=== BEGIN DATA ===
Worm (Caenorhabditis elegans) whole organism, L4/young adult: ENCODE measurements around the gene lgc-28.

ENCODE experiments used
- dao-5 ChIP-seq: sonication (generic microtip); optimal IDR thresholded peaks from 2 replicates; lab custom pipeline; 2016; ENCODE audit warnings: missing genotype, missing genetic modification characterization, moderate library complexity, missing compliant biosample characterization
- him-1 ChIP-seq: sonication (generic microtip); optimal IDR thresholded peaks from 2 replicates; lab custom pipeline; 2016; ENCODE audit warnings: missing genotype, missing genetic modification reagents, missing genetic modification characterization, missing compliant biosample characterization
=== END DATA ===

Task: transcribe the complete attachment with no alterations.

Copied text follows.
Worm (Caenorhabditis elegans) whole organism, L4/young adult: ENCODE measurements around the gene lgc-28.

ENCODE experiments used
- dao-5 ChIP-seq: sonication (generic microtip); optimal IDR thresholded peaks from 2 replicates; lab custom pipeline; 2016; ENCODE audit warnings: missing genotype, missing genetic modification characterization, moderate library complexity, missing compliant biosample characterization
- him-1 ChIP-seq: sonication (generic microtip); optimal IDR thresholded peaks from 2 replicates; lab custom pipeline; 2016; ENCODE audit warnings: missing genotype, missing genetic modification reagents, missing genetic modification characterization, missing compliant biosample characterization